LINGUIST List 15.546

Wed Feb 11 2004

Diss: Socioling: Pfalzgraf: 'Neopuristische...'

Editor for this issue: Takako Matsui <>


  1. falcopfalzgraf, Neopuristische Bestrebungen in Deutschland

Message 1: Neopuristische Bestrebungen in Deutschland

Date: Tue, 10 Feb 2004 11:21:20 -0500 (EST)
From: falcopfalzgraf <>
Subject: Neopuristische Bestrebungen in Deutschland

Institution: University of Manchester
Program: Department of German
Dissertation Status: Completed
Degree Date: 2003

Author: Falco Pfalzgraf

Dissertation Title: Neopuristische Bestrebungen in Deutschland

Linguistic Field: Sociolinguistics

Subject Language: English (code: ENG) German, Standard (code: GER)

Subject Language Family: Germanic (code: IEF)

Dissertation Director 1: Martin Durrell

Dissertation Abstract:

Most linguists agree that German linguistic purism came to an end with
the abolition of the Allgemeiner Deutscher Sprachverein (ADSV) in
1940. However, since the late 1990s, the debate about the use of
foreign words in German has become increasingly intense. Whilst few
German politicians commented on the subject between the end of World
War II and the 1990s, a number of high-profile politicians from all
parties have recently criticised the alleged overuse of anglicisms and
for the first time since the 1930s there have been demands for laws to
protect the German language. Strongly related to this is the fact that
an increasing number of private organisations for the defence of the
language have emerged in Germany since the early 1990s. Some have a
remarkably large number of members and frequently disseminate their
opinions in the media, whilst others are much smaller and less
influential, although their aims are similar or identical. In
addition, more and more individuals have set up private internet
homepages in order to combat the so-called "flood" of anglicisms.

Such opposition to the influence of foreign words on German is not
new. Organisations for the defence and promotion of the language have
existed in Germany since the seventeenth century. However, the
question must be asked whether the current opposition to anglicisms is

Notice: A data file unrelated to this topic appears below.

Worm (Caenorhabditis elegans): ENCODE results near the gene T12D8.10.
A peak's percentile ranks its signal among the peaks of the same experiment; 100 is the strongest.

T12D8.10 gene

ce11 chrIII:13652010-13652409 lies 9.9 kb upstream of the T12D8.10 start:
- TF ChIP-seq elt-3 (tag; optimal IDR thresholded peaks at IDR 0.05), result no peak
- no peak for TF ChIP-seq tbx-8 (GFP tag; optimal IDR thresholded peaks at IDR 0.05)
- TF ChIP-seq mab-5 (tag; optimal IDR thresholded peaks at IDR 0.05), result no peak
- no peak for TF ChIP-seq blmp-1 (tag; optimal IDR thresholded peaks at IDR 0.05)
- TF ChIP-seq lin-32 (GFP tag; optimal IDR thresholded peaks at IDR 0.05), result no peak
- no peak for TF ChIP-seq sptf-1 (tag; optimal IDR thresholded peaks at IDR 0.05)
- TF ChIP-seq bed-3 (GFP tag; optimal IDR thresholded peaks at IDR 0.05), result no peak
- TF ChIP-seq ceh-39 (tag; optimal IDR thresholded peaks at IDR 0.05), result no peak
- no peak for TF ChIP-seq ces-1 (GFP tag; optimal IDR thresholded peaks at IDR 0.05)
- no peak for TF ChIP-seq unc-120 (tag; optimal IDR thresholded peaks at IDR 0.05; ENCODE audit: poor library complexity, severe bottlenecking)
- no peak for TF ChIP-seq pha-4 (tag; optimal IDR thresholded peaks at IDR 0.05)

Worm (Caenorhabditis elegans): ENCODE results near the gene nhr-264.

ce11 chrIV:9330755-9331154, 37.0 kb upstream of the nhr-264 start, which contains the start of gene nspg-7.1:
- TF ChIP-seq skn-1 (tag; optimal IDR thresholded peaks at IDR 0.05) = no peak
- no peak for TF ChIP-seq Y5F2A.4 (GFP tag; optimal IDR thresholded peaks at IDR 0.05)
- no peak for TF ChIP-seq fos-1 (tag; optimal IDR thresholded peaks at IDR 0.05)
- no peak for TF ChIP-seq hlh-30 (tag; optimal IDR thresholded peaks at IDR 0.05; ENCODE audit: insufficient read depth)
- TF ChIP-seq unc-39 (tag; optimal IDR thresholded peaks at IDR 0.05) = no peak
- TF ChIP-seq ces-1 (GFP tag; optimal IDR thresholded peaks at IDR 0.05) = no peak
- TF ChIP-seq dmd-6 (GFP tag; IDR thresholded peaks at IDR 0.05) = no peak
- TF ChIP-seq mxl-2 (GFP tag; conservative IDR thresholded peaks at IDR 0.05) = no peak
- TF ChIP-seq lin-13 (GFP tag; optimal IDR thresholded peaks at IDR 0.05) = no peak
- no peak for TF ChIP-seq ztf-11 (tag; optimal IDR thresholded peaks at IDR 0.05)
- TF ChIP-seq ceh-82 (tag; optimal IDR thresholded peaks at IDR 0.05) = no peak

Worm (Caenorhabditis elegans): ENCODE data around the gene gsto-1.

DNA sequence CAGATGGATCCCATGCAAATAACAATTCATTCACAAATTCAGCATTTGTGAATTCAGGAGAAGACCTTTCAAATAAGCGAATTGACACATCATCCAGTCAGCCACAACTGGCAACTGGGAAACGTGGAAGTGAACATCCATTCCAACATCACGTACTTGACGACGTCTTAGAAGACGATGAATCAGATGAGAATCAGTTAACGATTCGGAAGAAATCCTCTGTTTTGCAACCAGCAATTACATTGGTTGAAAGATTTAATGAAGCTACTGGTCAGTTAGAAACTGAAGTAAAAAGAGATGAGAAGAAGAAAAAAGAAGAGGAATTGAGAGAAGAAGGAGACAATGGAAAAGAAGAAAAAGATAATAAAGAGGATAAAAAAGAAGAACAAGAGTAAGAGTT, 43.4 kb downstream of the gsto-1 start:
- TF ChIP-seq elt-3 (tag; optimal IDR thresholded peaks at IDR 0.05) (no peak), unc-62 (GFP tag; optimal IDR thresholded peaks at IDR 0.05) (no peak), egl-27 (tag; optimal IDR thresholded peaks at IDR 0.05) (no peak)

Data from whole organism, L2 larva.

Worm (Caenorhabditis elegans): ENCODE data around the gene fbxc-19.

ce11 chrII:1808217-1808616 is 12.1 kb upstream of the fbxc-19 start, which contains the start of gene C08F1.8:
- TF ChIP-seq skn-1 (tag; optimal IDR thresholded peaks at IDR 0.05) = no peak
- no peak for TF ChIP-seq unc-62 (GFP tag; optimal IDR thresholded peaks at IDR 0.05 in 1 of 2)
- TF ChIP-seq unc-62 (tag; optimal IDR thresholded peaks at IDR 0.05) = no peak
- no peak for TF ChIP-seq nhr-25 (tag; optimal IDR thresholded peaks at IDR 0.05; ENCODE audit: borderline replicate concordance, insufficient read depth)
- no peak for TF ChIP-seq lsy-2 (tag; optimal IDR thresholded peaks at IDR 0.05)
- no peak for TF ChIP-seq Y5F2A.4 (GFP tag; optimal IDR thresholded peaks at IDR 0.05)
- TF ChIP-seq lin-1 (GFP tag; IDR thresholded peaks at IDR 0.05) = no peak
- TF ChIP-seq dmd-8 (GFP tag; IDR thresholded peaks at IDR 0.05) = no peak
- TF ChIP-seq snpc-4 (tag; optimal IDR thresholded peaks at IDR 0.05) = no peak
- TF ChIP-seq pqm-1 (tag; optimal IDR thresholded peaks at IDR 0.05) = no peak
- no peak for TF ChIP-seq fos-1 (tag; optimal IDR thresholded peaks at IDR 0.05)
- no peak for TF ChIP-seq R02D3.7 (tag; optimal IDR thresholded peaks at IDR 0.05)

to be seen as the emergence of a new phase of linguistic purism in
Germany, more than fifty years after it appeared to have come to an
end. To answer this question it is necessary to look at the
similarities and differences between purist movements in the past and
at the present time. The present thesis takes as its basis the work of
Andreas Gardt and George Thomas, according to which discourses which
are typical of previous purist movements can be identified. A
selection of publications of present-day self-appointed guardians of
the language is analysed in terms of these discourses; the material
considered ranges from private and statesubsidised language protection
organisations to books and websites published by individuals. The
attitude of contemporary linguists to these developments is also
examined in detail.

Through analysing the discourses of these publications it could be
demonstrated very clearly that there are striking similarities between
the discourses of present-day language protectors and those of purist
movements of the past. The investigation shows that both the private
language protection organisations and the individual language
protectors can be considered to belong to a current neo-purist
movement in Germany. State-subsidised language protection
organisations, however, do not share these purist attitudes, and
neither do the linguists. This neo-purist movement began in the late
1990s, and according to our view the way in which the typical
discourses constitute themselves in the analysed material leads to the
conclusion that there is a connection between the current hostility
toward anglicisms and the German unification of 1989. However, in
contrast to other researchers, we consider that that this neo-purism
should not simply be seen as a manifestation of nationalism, but in
connection with Germany's earch for a new political role in Europe and
the world, and as an expression of the fact that unification has once
again raised the question of German national identity.
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